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Archive for Friday, August 13, 2010

Record corn crop forecast for Kansas

August 13, 2010

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— Kansas farmers are expected to harvest the biggest corn crop in the state’s history this year.

The Kansas Agricultural Statistics Service on Thursday forecast corn production in Kansas at 629.2 million bushels. That would surpass last year’s record crop of 598.3 million bushels.

Kansas growers planted 4.7 million acres in corn this year, the highest planted acreage for corn in the state since 1936.

Kansas is expected to produce by far more bushels of corn this season than wheat. The 2010 wheat crop is pegged at 369 million bushels, down less than 1 percent from last year. The wheat crop was grown on 8.2 million acres, down 600,000 acres from a year ago.

Driving the increase in corn acres this season was an unusually wet fall in 2009, when winter wheat is planted, that kept many farmers out of the fields, said Jason Lamprecht, deputy director at the Kansas Agricultural Statistics Service.

“Not as many acres got planted, so when came spring time and they didn’t have wheat in the ground ... they had to find something else to do,” Lamprecht said. “We had more acres of soybeans than corn because of that also.”

Soybean production is forecast at 153.9 million bushels. That is down 4 percent from last year, but would be the second highest production if realized. Kansas farmers planted a record 4.10 million acres with soybeans.

Sorghum production in Kansas was forecast at 184.5 million bushels, down 18 percent from the previous season.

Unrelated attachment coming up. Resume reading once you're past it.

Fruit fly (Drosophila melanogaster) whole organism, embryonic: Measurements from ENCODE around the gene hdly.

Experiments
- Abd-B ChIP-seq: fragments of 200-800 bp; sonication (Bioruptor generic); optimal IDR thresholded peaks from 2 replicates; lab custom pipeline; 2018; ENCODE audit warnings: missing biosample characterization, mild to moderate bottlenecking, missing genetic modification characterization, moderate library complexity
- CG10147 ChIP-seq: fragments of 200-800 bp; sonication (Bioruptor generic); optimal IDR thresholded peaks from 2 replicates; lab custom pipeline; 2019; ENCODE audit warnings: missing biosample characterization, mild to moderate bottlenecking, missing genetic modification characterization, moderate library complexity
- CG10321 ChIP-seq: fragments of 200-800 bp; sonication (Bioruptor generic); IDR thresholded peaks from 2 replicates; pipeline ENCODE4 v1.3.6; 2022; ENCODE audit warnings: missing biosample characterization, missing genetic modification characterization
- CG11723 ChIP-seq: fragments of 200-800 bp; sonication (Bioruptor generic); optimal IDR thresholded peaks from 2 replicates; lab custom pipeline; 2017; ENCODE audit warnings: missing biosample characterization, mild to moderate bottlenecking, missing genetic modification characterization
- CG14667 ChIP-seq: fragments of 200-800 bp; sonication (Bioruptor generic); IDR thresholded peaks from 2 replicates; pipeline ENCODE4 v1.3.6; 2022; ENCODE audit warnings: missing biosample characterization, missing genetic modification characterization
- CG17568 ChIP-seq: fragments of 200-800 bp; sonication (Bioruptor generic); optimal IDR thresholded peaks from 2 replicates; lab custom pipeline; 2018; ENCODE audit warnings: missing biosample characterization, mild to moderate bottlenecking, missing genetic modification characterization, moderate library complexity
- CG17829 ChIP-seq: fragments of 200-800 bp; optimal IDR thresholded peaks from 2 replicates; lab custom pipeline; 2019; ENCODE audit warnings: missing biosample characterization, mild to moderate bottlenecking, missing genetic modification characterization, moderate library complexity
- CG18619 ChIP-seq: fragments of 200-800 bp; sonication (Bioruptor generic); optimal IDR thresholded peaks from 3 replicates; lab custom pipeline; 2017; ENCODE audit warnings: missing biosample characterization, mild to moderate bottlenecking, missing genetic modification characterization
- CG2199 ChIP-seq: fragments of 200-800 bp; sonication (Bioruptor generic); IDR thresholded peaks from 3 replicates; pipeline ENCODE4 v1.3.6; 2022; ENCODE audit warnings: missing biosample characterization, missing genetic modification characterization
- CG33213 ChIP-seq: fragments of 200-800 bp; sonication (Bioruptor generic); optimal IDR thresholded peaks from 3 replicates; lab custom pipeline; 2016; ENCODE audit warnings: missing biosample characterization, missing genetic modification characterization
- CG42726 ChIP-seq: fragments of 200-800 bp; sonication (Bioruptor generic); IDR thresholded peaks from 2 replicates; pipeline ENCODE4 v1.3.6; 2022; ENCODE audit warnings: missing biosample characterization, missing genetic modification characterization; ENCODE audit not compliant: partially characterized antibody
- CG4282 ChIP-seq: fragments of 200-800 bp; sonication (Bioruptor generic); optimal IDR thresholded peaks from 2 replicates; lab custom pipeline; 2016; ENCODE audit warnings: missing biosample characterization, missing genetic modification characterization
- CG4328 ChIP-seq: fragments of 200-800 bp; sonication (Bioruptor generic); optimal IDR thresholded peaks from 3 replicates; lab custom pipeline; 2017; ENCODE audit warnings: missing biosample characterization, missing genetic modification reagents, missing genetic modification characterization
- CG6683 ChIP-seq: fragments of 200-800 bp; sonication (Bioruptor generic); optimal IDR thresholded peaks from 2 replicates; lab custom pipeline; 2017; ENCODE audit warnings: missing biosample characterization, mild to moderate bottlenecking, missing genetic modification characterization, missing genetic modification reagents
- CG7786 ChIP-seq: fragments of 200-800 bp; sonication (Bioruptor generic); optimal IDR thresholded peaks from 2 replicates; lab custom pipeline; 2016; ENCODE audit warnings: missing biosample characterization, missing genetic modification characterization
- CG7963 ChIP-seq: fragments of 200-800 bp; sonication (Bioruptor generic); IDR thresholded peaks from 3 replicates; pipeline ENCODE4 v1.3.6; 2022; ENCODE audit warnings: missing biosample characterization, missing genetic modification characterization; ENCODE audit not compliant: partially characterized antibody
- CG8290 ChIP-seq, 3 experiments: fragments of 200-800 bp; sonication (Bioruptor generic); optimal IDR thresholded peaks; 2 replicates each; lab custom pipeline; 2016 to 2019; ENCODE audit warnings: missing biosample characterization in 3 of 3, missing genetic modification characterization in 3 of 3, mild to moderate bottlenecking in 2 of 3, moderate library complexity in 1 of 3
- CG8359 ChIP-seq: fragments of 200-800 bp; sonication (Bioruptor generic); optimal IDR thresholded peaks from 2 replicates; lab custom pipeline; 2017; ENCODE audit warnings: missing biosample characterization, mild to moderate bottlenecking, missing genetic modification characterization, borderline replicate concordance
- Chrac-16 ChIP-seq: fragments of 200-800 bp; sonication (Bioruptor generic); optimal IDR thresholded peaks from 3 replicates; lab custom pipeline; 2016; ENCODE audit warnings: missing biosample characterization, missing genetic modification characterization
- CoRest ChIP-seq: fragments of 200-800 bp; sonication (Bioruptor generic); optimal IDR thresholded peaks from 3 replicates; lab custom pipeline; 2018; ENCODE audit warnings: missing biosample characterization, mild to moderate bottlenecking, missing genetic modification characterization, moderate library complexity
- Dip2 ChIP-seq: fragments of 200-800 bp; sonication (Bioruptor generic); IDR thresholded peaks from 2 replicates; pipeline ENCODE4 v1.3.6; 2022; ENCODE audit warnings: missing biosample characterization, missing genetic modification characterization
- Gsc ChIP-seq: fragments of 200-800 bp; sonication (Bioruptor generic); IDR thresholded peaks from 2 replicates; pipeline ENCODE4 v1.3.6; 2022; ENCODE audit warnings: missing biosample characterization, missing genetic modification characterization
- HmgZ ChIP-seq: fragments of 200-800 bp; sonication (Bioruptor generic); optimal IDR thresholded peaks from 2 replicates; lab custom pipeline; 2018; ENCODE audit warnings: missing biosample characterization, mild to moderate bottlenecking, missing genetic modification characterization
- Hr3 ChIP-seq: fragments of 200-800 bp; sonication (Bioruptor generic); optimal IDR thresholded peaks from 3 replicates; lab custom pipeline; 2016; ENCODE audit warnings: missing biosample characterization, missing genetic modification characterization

Alfalfa hay production forecast at 3.44 million tons is down 6 percent from the 2009 crop.

The forecast released Thursday is based on crop conditions on Aug. 1.

Kansas has had a stretch of triple-digit temperatures with little, if any rain, since then. The impact of that weather on crop conditions will not be reflected until the agency releases its updated forecast in September.

Comments

blindrabbit 3 years, 8 months ago

They are planting more corn each year utilizing center pivot and gravity flow irrigation out in Western Kansas. It seems like the Biofuels industry got that going a few years ago, but I've heard that technology is not feasible, and processing plants have closed. Hope this does not pump the aquifer down too fast, we need to save water for the Holcomb coal fired facility that will surely be approved once Smilin Sam is elected governor.

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KEITHMILES05 3 years, 8 months ago

Due to the horrendously hot weather and lack of moisture the past month I'd bet everything I own these estimates will be substantially lower.

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